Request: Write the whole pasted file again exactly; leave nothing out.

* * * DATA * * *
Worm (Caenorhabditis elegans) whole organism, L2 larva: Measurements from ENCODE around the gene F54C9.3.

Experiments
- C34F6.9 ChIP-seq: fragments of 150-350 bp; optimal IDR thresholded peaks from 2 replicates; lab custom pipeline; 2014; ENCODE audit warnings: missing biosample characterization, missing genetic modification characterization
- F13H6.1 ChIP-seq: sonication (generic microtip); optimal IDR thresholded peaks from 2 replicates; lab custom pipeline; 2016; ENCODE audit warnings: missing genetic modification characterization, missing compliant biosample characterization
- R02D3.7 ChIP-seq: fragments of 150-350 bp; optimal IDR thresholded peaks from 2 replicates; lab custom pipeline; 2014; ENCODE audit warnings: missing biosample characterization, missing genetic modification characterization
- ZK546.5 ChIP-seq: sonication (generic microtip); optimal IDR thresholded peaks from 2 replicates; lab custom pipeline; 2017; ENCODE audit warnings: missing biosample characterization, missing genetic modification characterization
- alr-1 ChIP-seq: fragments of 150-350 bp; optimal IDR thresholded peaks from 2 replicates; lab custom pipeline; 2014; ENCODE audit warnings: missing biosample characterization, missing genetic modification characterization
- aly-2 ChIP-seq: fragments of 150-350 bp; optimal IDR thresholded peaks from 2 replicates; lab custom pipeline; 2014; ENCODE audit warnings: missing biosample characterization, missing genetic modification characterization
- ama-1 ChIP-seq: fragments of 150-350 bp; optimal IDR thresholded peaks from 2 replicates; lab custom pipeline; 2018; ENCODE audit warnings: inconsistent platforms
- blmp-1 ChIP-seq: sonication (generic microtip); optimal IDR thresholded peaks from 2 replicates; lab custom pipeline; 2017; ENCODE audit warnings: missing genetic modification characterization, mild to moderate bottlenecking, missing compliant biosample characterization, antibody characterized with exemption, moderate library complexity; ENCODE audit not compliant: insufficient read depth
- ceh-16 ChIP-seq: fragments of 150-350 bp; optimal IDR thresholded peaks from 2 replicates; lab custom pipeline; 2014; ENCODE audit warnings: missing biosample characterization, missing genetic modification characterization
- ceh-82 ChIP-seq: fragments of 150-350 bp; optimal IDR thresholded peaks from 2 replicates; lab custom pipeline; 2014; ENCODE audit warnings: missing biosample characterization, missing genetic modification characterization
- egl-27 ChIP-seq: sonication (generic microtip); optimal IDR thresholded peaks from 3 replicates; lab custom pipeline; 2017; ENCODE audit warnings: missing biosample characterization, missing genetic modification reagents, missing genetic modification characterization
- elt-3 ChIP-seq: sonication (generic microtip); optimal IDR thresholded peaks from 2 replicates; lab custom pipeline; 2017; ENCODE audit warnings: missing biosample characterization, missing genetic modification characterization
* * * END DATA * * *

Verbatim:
Worm (Caenorhabditis elegans) whole organism, L2 larva: Measurements from ENCODE around the gene F54C9.3.

Experiments
- C34F6.9 ChIP-seq: fragments of 150-350 bp; optimal IDR thresholded peaks from 2 replicates; lab custom pipeline; 2014; ENCODE audit warnings: missing biosample characterization, missing genetic modification characterization
- F13H6.1 ChIP-seq: sonication (generic microtip); optimal IDR thresholded peaks from 2 replicates; lab custom pipeline; 2016; ENCODE audit warnings: missing genetic modification characterization, missing compliant biosample characterization
- R02D3.7 ChIP-seq: fragments of 150-350 bp; optimal IDR thresholded peaks from 2 replicates; lab custom pipeline; 2014; ENCODE audit warnings: missing biosample characterization, missing genetic modification characterization
- ZK546.5 ChIP-seq: sonication (generic microtip); optimal IDR thresholded peaks from 2 replicates; lab custom pipeline; 2017; ENCODE audit warnings: missing biosample characterization, missing genetic modification characterization
- alr-1 ChIP-seq: fragments of 150-350 bp; optimal IDR thresholded peaks from 2 replicates; lab custom pipeline; 2014; ENCODE audit warnings: missing biosample characterization, missing genetic modification characterization
- aly-2 ChIP-seq: fragments of 150-350 bp; optimal IDR thresholded peaks from 2 replicates; lab custom pipeline; 2014; ENCODE audit warnings: missing biosample characterization, missing genetic modification characterization
- ama-1 ChIP-seq: fragments of 150-350 bp; optimal IDR thresholded peaks from 2 replicates; lab custom pipeline; 2018; ENCODE audit warnings: inconsistent platforms
- blmp-1 ChIP-seq: sonication (generic microtip); optimal IDR thresholded peaks from 2 replicates; lab custom pipeline; 2017; ENCODE audit warnings: missing genetic modification characterization, mild to moderate bottlenecking, missing compliant biosample characterization, antibody characterized with exemption, moderate library complexity; ENCODE audit not compliant: insufficient read depth
- ceh-16 ChIP-seq: fragments of 150-350 bp; optimal IDR thresholded peaks from 2 replicates; lab custom pipeline; 2014; ENCODE audit warnings: missing biosample characterization, missing genetic modification characterization
- ceh-82 ChIP-seq: fragments of 150-350 bp; optimal IDR thresholded peaks from 2 replicates; lab custom pipeline; 2014; ENCODE audit warnings: missing biosample characterization, missing genetic modification characterization
- egl-27 ChIP-seq: sonication (generic microtip); optimal IDR thresholded peaks from 3 replicates; lab custom pipeline; 2017; ENCODE audit warnings: missing biosample characterization, missing genetic modification reagents, missing genetic modification characterization
- elt-3 ChIP-seq: sonication (generic microtip); optimal IDR thresholded peaks from 2 replicates; lab custom pipeline; 2017; ENCODE audit warnings: missing biosample characterization, missing genetic modification characterization